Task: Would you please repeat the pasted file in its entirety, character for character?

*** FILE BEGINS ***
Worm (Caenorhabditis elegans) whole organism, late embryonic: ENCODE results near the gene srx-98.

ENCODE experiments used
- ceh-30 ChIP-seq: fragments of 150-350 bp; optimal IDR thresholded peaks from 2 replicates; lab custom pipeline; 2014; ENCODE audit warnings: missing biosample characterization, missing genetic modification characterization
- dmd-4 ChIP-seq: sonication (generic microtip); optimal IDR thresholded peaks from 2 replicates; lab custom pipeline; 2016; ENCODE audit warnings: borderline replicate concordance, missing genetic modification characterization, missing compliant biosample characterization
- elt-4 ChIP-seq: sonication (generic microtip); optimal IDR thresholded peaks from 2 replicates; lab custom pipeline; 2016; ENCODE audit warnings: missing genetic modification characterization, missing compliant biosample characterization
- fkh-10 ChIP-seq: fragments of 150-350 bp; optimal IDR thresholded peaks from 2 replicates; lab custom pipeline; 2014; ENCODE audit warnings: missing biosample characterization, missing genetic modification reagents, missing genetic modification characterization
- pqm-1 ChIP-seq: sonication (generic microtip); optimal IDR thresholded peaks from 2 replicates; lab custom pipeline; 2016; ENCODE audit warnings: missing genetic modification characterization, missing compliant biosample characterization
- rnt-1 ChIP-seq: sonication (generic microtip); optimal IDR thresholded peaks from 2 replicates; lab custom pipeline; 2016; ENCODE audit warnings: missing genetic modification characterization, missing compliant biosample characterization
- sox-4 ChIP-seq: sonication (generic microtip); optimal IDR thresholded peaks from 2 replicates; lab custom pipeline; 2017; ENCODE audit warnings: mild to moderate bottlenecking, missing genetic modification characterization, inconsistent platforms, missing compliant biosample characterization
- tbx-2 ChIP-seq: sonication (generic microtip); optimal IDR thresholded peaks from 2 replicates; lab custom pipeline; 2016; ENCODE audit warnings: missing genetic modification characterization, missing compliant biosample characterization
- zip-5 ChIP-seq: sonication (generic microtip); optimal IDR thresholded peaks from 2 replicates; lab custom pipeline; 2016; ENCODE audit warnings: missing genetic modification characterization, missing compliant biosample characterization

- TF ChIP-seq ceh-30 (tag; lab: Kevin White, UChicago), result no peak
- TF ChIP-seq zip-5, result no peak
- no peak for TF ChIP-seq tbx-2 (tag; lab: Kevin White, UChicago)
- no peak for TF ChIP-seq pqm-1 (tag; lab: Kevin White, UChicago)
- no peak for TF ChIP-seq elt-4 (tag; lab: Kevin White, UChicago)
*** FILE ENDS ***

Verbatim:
Worm (Caenorhabditis elegans) whole organism, late embryonic: ENCODE results near the gene srx-98.

ENCODE experiments used
- ceh-30 ChIP-seq: fragments of 150-350 bp; optimal IDR thresholded peaks from 2 replicates; lab custom pipeline; 2014; ENCODE audit warnings: missing biosample characterization, missing genetic modification characterization
- dmd-4 ChIP-seq: sonication (generic microtip); optimal IDR thresholded peaks from 2 replicates; lab custom pipeline; 2016; ENCODE audit warnings: borderline replicate concordance, missing genetic modification characterization, missing compliant biosample characterization
- elt-4 ChIP-seq: sonication (generic microtip); optimal IDR thresholded peaks from 2 replicates; lab custom pipeline; 2016; ENCODE audit warnings: missing genetic modification characterization, missing compliant biosample characterization
- fkh-10 ChIP-seq: fragments of 150-350 bp; optimal IDR thresholded peaks from 2 replicates; lab custom pipeline; 2014; ENCODE audit warnings: missing biosample characterization, missing genetic modification reagents, missing genetic modification characterization
- pqm-1 ChIP-seq: sonication (generic microtip); optimal IDR thresholded peaks from 2 replicates; lab custom pipeline; 2016; ENCODE audit warnings: missing genetic modification characterization, missing compliant biosample characterization
- rnt-1 ChIP-seq: sonication (generic microtip); optimal IDR thresholded peaks from 2 replicates; lab custom pipeline; 2016; ENCODE audit warnings: missing genetic modification characterization, missing compliant biosample characterization
- sox-4 ChIP-seq: sonication (generic microtip); optimal IDR thresholded peaks from 2 replicates; lab custom pipeline; 2017; ENCODE audit warnings: mild to moderate bottlenecking, missing genetic modification characterization, inconsistent platforms, missing compliant biosample characterization
- tbx-2 ChIP-seq: sonication (generic microtip); optimal IDR thresholded peaks from 2 replicates; lab custom pipeline; 2016; ENCODE audit warnings: missing genetic modification characterization, missing compliant biosample characterization
- zip-5 ChIP-seq: sonication (generic microtip); optimal IDR thresholded peaks from 2 replicates; lab custom pipeline; 2016; ENCODE audit warnings: missing genetic modification characterization, missing compliant biosample characterization

- TF ChIP-seq ceh-30 (tag; lab: Kevin White, UChicago), result no peak
- TF ChIP-seq zip-5, result no peak
- no peak for TF ChIP-seq tbx-2 (tag; lab: Kevin White, UChicago)
- no peak for TF ChIP-seq pqm-1 (tag; lab: Kevin White, UChicago)
- no peak for TF ChIP-seq elt-4 (tag; lab: Kevin White, UChicago)